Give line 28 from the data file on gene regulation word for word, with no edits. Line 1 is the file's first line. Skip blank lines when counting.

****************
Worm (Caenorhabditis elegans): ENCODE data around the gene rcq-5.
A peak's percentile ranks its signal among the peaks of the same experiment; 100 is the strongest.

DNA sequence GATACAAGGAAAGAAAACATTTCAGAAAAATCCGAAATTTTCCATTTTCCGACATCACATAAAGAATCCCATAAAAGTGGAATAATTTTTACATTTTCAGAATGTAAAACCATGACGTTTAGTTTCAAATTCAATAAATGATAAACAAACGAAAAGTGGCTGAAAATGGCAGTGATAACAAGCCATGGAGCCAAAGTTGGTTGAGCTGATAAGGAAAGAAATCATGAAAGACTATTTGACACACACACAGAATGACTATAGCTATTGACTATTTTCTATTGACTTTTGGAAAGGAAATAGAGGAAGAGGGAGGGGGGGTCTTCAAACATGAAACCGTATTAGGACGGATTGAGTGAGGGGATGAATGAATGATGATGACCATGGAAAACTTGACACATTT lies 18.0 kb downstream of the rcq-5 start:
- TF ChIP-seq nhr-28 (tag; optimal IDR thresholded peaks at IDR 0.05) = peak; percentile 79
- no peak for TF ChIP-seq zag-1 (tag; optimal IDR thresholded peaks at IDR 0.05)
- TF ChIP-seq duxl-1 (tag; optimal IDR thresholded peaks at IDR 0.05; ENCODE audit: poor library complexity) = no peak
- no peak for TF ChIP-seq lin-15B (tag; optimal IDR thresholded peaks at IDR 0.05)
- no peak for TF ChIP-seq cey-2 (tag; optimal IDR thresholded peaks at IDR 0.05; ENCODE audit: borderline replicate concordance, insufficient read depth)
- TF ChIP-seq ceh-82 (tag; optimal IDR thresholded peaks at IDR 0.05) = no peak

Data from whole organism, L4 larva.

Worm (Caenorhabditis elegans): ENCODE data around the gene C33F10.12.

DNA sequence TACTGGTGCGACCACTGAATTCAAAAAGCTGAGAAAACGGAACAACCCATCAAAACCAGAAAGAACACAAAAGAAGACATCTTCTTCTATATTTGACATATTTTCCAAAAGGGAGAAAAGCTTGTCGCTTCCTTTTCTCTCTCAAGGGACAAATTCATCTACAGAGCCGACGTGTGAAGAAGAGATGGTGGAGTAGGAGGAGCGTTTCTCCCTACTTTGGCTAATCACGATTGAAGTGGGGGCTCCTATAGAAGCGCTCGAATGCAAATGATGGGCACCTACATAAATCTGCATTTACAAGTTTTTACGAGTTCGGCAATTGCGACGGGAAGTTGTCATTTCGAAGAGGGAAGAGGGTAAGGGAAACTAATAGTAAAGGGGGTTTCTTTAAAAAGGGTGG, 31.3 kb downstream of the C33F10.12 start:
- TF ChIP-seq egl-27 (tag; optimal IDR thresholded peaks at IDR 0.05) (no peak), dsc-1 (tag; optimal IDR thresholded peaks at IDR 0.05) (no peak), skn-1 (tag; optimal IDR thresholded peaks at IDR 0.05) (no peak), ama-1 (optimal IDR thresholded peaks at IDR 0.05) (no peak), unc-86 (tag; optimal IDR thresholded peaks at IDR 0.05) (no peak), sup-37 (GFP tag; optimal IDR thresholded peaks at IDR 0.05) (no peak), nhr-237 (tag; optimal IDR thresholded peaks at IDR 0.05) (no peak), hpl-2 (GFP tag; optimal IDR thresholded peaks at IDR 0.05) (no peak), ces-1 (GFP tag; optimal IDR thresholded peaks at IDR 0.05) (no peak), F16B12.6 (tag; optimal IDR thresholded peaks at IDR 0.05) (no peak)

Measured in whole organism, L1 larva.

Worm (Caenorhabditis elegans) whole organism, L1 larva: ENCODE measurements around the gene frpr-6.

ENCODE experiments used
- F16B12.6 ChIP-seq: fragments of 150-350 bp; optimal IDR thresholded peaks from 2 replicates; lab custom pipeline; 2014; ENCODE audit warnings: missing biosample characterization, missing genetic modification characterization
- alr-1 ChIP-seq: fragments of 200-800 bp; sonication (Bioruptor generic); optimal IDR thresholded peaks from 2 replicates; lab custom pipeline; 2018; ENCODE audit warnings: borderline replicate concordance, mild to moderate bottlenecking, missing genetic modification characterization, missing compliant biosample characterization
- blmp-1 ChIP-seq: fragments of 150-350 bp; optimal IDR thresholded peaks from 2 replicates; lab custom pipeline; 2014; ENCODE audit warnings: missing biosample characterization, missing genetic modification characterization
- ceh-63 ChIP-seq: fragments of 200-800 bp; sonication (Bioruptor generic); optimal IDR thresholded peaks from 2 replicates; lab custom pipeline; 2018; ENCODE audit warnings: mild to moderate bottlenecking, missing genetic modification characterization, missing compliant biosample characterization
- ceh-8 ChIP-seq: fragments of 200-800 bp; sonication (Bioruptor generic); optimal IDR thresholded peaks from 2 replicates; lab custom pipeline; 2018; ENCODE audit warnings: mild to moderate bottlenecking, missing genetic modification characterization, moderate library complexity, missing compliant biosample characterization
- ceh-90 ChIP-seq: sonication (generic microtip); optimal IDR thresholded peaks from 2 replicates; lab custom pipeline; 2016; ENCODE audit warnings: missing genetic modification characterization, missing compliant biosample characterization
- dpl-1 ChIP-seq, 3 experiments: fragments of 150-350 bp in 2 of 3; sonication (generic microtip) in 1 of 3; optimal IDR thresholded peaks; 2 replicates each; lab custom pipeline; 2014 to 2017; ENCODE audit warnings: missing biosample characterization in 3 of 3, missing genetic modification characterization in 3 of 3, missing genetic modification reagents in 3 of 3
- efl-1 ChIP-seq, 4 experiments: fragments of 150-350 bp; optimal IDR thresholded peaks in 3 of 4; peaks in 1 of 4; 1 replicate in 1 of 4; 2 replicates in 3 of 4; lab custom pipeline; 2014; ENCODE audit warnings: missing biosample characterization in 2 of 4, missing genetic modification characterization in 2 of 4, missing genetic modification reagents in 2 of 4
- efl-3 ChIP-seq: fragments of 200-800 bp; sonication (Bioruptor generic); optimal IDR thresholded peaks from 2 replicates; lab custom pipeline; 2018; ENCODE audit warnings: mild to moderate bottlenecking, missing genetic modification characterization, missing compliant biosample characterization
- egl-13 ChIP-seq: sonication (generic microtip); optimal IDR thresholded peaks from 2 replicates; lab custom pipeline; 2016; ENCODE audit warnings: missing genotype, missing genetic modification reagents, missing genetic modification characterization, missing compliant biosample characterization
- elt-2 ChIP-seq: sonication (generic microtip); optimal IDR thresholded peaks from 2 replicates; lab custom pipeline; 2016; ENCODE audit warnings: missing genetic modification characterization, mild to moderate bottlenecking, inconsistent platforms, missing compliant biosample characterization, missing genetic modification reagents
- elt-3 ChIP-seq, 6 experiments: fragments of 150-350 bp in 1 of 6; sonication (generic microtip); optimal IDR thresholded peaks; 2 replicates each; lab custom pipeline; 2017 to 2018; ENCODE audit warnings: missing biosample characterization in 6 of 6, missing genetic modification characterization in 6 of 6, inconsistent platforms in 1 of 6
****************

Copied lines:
- elt-3 ChIP-seq, 6 experiments: fragments of 150-350 bp in 1 of 6; sonication (generic microtip); optimal IDR thresholded peaks; 2 replicates each; lab custom pipeline; 2017 to 2018; ENCODE audit warnings: missing biosample characterization in 6 of 6, missing genetic modification characterization in 6 of 6, inconsistent platforms in 1 of 6